I Am In This Business, But I Have To Get Out

Partial quote from Young Frankenstein by Mel Brooks

Dr. Frederick Frankenstein: . . . No matter what you hear in there.  No matter how cruelly I beg you…  Do not open this door or you will undo everything I have worked for.

Inga: Yes, Doctor

(He goes in and the monster awakens)

Dr. Frederick Frankenstein: Let me out.  Let me out of here.  Get me the *#*+ out of here. . . .  Mommy!

For many owners who have been in business for some time, talking to them about an exit plan is often a non-starter.  Most are comfortable with where they are, business is stable and life is good.  So, why upset the applecart?  But, some face the unplanned event or crisis or perhaps come to the realization that they have to get out and when I speak to them, it is like this scene from young Frankenstein.  Panic sets in.  But, there are alternatives available, each of which is a subject unto itself.  For now, just to give you an overview, let’s do a quick tour of some:

Sell to outsiders – at this time, there is a record amount of cash (in the billions ) sitting with private equity sponsors and strategic buyers, so some would say this, combined with a decent market creates a unique opportunity to go to the outside for exit.

Sell to insiders / management – this is a common route for what are often referred to as lifestyle businesses.  Franchisees, dealers and distributors with geographic markets and certain service businesses fall into this category.  As an owner, you need to have some flexibility to make this work.  You may not get a premium price and you may have to help finance it.  You also need a good management team in place but it is an alternative.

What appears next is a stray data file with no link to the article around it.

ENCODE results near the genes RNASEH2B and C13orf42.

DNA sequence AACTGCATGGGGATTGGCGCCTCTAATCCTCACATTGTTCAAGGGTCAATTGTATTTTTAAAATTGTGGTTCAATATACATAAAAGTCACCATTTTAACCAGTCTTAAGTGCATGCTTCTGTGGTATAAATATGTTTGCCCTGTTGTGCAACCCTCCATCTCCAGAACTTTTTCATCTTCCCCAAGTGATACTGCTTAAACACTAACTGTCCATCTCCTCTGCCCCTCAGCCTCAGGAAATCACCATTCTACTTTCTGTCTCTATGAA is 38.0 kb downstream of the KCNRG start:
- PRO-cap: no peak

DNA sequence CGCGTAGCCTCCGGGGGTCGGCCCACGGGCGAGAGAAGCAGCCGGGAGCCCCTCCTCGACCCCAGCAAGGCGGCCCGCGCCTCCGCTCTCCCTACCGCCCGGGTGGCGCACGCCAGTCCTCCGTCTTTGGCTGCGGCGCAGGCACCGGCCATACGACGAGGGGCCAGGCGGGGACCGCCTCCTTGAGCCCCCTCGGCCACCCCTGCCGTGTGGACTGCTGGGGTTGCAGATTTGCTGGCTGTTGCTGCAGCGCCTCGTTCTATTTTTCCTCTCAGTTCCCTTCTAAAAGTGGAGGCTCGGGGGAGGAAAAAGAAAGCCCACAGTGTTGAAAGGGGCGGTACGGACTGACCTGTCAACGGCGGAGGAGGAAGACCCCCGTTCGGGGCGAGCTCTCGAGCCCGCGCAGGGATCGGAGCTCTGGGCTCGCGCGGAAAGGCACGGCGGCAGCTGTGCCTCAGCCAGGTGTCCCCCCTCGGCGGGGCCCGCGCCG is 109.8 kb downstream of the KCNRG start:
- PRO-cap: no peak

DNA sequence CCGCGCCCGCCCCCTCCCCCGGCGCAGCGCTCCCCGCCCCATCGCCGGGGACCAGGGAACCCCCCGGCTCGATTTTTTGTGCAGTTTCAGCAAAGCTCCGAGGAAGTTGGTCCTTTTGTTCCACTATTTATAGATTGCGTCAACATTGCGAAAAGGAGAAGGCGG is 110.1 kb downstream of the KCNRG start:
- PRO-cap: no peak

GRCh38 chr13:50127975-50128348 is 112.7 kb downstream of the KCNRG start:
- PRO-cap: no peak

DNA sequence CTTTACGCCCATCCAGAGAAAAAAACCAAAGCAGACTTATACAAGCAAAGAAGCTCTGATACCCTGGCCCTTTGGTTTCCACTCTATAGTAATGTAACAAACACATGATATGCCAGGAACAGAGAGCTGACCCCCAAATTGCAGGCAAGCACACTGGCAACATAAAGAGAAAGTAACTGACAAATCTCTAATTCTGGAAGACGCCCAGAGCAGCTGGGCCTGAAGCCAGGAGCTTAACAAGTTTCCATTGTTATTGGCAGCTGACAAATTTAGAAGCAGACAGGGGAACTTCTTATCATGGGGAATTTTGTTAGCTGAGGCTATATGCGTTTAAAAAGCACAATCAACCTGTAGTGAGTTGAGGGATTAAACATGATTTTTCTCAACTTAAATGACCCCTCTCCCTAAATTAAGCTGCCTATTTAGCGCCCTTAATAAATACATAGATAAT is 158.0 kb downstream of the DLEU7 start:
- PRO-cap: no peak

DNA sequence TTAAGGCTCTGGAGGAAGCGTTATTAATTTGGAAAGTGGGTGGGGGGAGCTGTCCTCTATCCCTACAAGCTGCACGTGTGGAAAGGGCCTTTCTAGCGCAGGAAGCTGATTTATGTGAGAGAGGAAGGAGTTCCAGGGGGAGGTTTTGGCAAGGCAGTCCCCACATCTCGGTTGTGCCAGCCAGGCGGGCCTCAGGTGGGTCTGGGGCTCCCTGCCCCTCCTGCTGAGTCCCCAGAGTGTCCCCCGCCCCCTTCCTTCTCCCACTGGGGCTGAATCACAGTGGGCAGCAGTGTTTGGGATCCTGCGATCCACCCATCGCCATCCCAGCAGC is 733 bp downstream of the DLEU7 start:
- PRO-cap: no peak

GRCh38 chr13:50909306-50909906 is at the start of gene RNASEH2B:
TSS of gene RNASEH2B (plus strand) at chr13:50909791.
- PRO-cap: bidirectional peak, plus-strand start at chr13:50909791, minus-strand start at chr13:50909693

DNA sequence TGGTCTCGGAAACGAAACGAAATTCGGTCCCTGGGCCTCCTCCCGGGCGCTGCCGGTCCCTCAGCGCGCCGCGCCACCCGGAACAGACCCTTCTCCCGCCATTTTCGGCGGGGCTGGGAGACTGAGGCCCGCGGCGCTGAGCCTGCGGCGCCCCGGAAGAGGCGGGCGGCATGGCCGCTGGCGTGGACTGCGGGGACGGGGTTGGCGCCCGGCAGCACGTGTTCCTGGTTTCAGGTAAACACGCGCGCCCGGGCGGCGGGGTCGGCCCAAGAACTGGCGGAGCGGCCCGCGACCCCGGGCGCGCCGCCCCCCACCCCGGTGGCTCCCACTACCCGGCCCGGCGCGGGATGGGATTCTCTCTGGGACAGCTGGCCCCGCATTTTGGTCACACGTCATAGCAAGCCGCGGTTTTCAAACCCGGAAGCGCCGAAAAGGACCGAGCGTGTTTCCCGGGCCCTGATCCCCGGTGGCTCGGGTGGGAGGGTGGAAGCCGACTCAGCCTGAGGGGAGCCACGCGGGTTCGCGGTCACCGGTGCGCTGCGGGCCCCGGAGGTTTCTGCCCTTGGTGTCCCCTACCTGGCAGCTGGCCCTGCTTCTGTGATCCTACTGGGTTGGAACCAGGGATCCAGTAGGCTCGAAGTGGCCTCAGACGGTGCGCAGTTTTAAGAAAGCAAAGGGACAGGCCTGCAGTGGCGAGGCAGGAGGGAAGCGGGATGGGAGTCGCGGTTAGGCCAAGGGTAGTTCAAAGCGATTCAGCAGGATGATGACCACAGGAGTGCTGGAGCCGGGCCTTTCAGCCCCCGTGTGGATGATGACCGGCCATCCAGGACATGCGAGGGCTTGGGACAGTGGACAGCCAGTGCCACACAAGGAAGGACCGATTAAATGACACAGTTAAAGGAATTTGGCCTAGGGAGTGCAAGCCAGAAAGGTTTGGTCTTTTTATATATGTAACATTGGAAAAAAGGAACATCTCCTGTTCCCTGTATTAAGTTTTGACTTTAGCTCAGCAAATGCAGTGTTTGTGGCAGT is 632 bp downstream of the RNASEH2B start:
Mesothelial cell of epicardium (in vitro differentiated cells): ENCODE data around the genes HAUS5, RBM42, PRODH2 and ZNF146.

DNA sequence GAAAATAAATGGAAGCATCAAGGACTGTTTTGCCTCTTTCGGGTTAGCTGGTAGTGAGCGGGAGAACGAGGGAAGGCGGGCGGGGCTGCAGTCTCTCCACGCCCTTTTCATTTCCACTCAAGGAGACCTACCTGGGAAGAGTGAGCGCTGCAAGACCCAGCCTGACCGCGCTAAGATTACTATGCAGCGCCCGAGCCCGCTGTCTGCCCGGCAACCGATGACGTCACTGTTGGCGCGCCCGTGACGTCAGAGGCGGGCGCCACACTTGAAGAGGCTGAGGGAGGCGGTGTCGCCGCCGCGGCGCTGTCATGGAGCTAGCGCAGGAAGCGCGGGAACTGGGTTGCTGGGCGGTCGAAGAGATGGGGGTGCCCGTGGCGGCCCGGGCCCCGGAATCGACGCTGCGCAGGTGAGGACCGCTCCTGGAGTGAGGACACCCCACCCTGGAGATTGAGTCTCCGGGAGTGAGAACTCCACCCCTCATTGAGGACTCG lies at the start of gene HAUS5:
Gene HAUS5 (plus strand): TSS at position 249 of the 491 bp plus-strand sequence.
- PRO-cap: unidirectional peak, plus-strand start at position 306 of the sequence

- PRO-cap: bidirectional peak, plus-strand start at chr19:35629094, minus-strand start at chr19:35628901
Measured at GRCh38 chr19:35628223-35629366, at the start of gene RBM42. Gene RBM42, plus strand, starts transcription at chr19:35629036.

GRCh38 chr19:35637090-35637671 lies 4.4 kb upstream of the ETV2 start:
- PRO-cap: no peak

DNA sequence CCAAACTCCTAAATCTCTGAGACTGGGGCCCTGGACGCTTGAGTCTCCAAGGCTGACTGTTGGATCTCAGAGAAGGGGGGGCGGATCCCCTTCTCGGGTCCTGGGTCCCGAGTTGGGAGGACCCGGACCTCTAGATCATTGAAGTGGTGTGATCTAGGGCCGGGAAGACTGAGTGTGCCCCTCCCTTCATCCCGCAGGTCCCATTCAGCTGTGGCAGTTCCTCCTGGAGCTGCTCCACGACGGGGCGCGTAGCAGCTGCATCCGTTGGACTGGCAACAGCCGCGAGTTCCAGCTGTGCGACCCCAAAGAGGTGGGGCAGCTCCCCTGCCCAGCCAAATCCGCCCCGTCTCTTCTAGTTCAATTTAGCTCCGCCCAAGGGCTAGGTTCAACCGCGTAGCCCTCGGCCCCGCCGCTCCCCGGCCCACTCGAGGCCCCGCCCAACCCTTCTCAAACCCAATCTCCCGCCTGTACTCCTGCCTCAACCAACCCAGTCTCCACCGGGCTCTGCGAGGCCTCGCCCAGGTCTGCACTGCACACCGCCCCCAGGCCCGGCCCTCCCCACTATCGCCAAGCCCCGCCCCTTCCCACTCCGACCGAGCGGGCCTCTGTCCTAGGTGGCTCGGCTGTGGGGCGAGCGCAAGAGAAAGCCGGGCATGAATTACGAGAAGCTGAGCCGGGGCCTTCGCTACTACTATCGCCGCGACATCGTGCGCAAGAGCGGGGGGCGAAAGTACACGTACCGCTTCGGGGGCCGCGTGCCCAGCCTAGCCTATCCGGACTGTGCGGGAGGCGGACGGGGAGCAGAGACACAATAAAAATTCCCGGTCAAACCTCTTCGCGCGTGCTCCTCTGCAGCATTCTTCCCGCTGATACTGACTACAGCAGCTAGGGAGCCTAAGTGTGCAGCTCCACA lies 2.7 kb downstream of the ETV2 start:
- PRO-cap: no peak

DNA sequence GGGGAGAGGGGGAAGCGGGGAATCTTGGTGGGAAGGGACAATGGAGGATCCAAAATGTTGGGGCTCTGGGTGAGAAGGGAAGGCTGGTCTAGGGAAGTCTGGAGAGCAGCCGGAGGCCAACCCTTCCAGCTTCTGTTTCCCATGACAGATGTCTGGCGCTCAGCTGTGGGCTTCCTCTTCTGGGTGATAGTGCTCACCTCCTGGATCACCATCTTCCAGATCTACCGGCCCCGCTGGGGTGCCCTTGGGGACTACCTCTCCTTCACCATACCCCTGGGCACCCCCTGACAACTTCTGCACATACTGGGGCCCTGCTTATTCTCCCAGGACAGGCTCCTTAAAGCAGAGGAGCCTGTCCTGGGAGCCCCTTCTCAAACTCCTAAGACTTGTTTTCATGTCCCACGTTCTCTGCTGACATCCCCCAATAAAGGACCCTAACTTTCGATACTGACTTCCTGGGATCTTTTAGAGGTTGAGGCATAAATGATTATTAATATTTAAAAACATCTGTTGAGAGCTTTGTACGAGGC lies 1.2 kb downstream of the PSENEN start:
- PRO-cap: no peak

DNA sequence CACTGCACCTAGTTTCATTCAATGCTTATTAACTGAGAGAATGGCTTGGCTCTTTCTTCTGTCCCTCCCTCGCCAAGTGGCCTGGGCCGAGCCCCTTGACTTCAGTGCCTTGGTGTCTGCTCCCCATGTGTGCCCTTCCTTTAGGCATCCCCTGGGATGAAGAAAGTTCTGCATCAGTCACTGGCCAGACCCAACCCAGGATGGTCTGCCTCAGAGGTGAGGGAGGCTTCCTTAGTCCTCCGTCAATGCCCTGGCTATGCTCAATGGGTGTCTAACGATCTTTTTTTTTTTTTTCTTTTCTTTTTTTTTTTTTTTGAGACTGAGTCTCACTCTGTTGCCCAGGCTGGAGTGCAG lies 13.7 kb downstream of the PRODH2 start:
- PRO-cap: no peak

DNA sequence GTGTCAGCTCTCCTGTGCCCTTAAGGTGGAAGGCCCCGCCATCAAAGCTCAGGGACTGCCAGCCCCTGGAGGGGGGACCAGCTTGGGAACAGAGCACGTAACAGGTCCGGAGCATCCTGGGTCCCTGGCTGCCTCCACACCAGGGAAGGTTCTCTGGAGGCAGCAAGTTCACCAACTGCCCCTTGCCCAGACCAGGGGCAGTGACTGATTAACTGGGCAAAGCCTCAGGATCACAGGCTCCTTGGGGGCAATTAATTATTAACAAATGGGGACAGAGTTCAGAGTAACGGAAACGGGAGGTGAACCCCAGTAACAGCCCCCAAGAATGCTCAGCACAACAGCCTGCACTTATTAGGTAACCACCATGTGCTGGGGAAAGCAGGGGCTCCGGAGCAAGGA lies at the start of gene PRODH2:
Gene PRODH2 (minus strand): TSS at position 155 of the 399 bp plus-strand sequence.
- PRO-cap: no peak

Transfer to the family – similar to a sale to insiders, it is a way to get yourself out and to have your heirs enjoy the risks and rewards of being the boss.  It is often gratifying to see your family carry on the tradition – even if they do not do it your way.

Do a partial transaction – you borrow money, use current funds or recruit an investor to finance your ” taking some chips off the table.”  This can become a more complex deal, but it can be an alternative for you.  I will cover this alternative further in a future blog.

ESOP (Employee Stock Ownership Plans) – this has become a common technique in a number of more substantive transactions.  It has some administrative costs and structure considerations, but real potential tax benefits and financing options so it should be considered in any deal involving insiders, management or family.

So, there you have it.  Some ideas to consider when you feel the time has come to exit.  If you decide to exit, just keep in mind there is a process which I have blogged about in the past and the more time you have, the better.  Just keep one thing in mind –  it is difficult to successfully manage a business when either circumstances or mindset tell you it is time to move on.

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